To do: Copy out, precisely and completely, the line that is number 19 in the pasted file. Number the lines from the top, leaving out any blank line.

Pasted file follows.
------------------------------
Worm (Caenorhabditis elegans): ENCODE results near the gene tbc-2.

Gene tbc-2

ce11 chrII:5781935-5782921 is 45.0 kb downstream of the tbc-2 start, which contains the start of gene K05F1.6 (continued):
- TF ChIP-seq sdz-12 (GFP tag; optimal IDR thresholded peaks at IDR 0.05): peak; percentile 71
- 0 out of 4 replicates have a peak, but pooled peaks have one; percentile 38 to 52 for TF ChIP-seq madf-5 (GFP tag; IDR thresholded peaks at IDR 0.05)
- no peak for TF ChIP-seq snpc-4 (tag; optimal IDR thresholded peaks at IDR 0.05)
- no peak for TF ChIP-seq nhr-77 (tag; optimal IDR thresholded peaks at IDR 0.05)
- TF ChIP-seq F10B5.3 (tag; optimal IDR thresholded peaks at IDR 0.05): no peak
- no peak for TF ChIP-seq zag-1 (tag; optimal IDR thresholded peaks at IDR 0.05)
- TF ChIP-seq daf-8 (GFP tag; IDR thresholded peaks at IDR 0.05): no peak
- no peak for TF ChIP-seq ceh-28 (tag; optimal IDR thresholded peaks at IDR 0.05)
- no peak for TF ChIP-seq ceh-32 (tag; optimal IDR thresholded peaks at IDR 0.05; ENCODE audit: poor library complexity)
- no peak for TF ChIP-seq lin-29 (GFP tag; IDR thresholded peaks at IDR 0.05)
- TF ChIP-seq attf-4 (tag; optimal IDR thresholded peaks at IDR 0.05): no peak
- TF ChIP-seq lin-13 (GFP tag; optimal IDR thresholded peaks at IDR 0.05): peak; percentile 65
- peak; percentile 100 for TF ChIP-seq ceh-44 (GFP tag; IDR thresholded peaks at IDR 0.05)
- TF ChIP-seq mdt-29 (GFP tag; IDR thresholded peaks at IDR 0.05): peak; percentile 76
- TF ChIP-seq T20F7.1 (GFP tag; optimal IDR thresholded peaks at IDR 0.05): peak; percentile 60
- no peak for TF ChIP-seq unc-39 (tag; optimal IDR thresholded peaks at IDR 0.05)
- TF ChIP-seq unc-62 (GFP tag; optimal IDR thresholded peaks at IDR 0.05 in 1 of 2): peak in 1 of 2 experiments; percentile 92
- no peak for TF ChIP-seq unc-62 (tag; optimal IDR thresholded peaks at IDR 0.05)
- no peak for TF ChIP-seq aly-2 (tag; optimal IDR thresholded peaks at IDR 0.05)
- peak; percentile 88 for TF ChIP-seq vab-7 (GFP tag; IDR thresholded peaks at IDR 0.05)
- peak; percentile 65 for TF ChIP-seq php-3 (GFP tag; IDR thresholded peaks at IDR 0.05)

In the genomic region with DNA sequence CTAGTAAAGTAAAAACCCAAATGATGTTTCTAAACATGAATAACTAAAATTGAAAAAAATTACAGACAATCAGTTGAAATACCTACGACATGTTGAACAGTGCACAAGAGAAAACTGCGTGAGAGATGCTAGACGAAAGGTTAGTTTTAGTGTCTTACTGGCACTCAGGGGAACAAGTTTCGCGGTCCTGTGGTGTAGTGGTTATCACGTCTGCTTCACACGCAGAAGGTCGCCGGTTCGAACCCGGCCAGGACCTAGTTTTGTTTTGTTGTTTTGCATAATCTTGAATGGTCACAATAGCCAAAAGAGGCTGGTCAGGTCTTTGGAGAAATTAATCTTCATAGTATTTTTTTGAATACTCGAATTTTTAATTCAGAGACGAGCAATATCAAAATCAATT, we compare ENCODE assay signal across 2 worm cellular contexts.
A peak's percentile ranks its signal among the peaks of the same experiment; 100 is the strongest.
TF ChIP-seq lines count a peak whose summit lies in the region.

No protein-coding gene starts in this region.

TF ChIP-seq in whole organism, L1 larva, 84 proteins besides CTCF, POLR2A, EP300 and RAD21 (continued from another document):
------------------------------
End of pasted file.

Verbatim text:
- no peak for TF ChIP-seq unc-39 (tag; optimal IDR thresholded peaks at IDR 0.05)